Tag Archives: poetry

2007 Logos

by Scott T. Starbuck

When I complain to the old man 
about rising gas prices,
he says “I want $10 a gallon.”

“Why?” is the obvious question.
“Because I love birds,” he says.

At the time, I thought him insane
but now I think most everyone else is.


Starbuck is a co-creative writing coordinator at San Diego Mesa College, was a Friends of William Stafford Scholar at the “Speak Truth to Power” Fellowship of Reconciliation Seabeck Conference, an Artsmith Fellow on Orcas Island, writer-in-residence at the Sitka Center for Art and Ecology, and 2016 PLAYA climate-change resident in poetry. His ecoblog, Trees, Fish, and Dreams, with audio poems, is at riverseek.blogspot.com.

Scott T. Starbuck is a poet/activist. His books are Industrial Oz: Ecopoems, noted by Bill McKibben as “rousing, needling, haunting,” Hawk on Wire: Ecopoems, available at Fomite Press (preferred) and Amazon.

How We Stopped Corporate Psychopaths from Cooking Planet Earth

For Mary DeMocker

By Scott T. Starbuck

We planted trees everywhere at once.
Facebook posted only the words “Go outside.”

“Destroy Your Television Day” grew more popular 
than Xmas and the 4th of July.

Children of execs saw themselves as global citizen
sand despite every temptation and distraction

disowned their wayward parents.
ExxonMobil became BlueOrbSolar.

Each country committed to saving 
one thing from extinction — them.

People wondered why it took so long.


Starbuck is a co-creative writing coordinator at San Diego Mesa College, was a Friends of William Stafford Scholar at the “Speak Truth to Power” Fellowship of Reconciliation Seabeck Conference, an Artsmith Fellow on Orcas Island, writer-in-residence at the Sitka Center for Art and Ecology, and 2016 PLAYA climate-change resident in poetry. His ecoblog, Trees, Fish, and Dreams, with audio poems, is at riverseek.blogspot.com.

Scott T. Starbuck is a poet/activist. His books are Industrial Oz: Ecopoems, noted by Bill McKibben as “rousing, needling, haunting,” Hawk on Wire: Ecopoems, available at Fomite Press (preferred) and Amazon.

Thoughts at the End of Empire

by Scott T. Starbuck

It’s possible future generations will destroy
our art, literature, music, film,
and corporations, in bitterness
for allowing ecosystem collapse,

and mistrust for how many leaders
were distracted, apathetic, selfish
ignorant, or insane with money and power.

It’s possible future generations will redefine
family, community, work, value, happiness,
life, dirt, success.

It’s possible education will change
from locking children in boxes
to getting them outside in tide pools,
rivers, creeks, deserts, mountains

and their community of remaining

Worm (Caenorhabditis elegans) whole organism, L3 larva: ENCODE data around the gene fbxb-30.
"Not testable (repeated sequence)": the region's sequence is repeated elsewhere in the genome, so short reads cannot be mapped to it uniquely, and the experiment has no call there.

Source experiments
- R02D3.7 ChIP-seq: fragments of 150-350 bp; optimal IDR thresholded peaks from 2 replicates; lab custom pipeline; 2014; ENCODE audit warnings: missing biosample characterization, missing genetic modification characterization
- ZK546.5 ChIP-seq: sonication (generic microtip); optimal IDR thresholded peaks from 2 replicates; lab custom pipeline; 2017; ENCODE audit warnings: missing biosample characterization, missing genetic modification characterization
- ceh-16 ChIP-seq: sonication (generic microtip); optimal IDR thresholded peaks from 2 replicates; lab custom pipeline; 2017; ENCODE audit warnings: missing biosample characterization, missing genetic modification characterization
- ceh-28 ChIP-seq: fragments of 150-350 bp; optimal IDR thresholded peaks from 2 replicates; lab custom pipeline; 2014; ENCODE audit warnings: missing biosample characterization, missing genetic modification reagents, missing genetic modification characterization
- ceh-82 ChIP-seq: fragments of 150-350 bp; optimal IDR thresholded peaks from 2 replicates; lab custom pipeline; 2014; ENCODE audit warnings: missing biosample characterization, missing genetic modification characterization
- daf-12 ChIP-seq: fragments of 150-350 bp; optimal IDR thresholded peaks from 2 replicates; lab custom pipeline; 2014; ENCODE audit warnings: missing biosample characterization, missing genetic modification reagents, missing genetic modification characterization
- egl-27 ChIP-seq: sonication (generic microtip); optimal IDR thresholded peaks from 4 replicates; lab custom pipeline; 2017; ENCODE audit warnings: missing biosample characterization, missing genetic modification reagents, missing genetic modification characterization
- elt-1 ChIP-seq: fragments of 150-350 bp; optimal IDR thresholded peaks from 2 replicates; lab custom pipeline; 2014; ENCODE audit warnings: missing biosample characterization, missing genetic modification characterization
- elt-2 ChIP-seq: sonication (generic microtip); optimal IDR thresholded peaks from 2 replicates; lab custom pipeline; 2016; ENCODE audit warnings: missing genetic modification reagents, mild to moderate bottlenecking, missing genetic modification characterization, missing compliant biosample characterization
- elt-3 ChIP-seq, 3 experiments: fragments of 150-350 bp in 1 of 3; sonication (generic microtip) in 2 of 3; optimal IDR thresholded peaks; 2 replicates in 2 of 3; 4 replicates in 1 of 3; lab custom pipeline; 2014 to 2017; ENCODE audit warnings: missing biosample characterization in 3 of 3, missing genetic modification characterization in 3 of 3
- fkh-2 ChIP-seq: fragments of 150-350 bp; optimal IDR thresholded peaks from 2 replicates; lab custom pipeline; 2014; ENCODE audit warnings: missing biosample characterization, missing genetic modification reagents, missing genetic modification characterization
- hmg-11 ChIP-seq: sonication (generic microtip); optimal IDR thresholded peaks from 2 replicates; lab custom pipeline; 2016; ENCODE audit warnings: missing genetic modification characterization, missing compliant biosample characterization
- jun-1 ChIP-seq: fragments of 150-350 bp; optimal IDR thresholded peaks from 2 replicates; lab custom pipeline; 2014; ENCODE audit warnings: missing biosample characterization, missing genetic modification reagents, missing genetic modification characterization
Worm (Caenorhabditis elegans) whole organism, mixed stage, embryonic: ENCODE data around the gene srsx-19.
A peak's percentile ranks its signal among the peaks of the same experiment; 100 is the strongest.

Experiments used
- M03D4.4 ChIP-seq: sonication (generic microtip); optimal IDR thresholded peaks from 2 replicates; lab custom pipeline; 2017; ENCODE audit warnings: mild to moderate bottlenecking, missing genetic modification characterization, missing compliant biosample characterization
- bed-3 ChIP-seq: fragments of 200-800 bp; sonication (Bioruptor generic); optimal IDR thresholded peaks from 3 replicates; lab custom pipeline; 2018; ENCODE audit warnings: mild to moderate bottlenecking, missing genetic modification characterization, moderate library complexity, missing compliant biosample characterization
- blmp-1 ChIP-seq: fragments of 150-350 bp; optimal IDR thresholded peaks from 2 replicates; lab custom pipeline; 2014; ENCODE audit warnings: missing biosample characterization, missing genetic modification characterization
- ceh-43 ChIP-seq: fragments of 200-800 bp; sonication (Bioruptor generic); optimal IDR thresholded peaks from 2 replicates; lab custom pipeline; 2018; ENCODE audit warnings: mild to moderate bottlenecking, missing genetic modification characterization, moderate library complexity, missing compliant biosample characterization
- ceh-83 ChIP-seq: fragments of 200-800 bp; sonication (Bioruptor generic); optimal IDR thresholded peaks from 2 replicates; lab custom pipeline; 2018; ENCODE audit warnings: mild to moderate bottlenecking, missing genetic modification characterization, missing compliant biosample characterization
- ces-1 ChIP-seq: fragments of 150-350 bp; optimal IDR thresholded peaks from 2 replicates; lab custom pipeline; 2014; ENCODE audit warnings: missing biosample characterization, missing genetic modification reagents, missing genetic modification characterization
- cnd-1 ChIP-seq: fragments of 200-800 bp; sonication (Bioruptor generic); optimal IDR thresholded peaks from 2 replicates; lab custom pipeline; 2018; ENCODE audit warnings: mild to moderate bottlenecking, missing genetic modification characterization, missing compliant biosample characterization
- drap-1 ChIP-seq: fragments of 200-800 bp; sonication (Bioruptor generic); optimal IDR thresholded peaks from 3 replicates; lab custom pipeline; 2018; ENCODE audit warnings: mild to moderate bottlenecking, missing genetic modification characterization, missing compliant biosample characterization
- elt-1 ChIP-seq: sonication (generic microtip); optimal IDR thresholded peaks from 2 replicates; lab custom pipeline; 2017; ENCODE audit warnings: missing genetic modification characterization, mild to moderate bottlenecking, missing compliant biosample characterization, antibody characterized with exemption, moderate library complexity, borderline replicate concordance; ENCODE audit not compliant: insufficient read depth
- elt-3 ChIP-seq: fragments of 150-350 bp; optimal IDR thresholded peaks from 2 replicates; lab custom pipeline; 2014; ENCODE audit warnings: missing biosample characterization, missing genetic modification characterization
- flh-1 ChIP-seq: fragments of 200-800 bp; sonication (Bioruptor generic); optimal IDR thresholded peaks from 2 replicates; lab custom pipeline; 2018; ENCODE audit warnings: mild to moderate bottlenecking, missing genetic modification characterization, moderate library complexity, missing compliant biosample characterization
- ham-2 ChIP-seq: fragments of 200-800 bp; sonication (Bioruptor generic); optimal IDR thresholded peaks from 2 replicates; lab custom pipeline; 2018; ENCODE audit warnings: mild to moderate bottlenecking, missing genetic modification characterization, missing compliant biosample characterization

mammals, birds, fish, amphibians,
invertebrates, reptiles, plants, trees.

It’s also possible, based on our collective
behavior, there won’t be future generations.


Starbuck is a co-creative writing coordinator at San Diego Mesa College, was a Friends of William Stafford Scholar at the “Speak Truth to Power” Fellowship of Reconciliation Seabeck Conference, an Artsmith Fellow on Orcas Island, writer-in-residence at the Sitka Center for Art and Ecology, and 2016 PLAYA climate-change resident in poetry. His ecoblog, Trees, Fish, and Dreams, with audio poems, is at riverseek.blogspot.com.

Scott T. Starbuck is a poet/activist. His books are Industrial Oz: Ecopoems, noted by Bill McKibben as “rousing, needling, haunting,” Hawk on Wire: Ecopoems, available at Fomite Press (preferred) and Amazon.

Wind Spirit

by Scott T. Starbuck

Wind Spirit said to the man, “I will ask a question, and each day you give the wrong answer,
I will take a finger. The question is hard, requiring much reflection, and self-purification.
I don’t know how many fingers you will lose. That is up to you.
How will you save the community of species on Earth?”

“The question is too hard,” protested the man.

“It has been ordained,” said Wind Spirit, “and cannot be changed. I will return tomorrow at noon.”

The man knew coyote was smart so he went to ask, but all coyotes were dead.

He knew king salmon had a bright red soul so he went to ask, but all king salmon were dead.

He knew steelhead trout could leap waterfalls so he went to ask, but all steelhead trout were dead.

He knew eagle had unerring vision so he went to ask, but all eagles were dead.

Trembling, he knew cougar could be invisible, but all cougars were dead.

In ten days, the man lost all his fingers.

This is a parable written on what remains of the ancient Pleistocene Lake Chewaucan now called Summer Lake, Oregon.

Published in the Amsterdam Quarterly
Writing and art in Amsterdam, the Netherlands and the world

Starbuck is a co-creative writing coordinator at San Diego Mesa College, was a Friends of William Stafford Scholar at the “Speak Truth to Power” Fellowship of Reconciliation Seabeck Conference, an Artsmith Fellow on Orcas Island, writer-in-residence at the Sitka Center for Art and Ecology, and 2016 PLAYA climate-change resident in poetry. His ecoblog, Trees, Fish, and Dreams, with audio poems, is at riverseek.blogspot.com.

Scott T. Starbuck is a poet/activist. His books are Industrial Oz: Ecopoems, noted by Bill McKibben as “rousing, needling, haunting,” Hawk on Wire: Ecopoems, available at Fomite Press (preferred) and Amazon.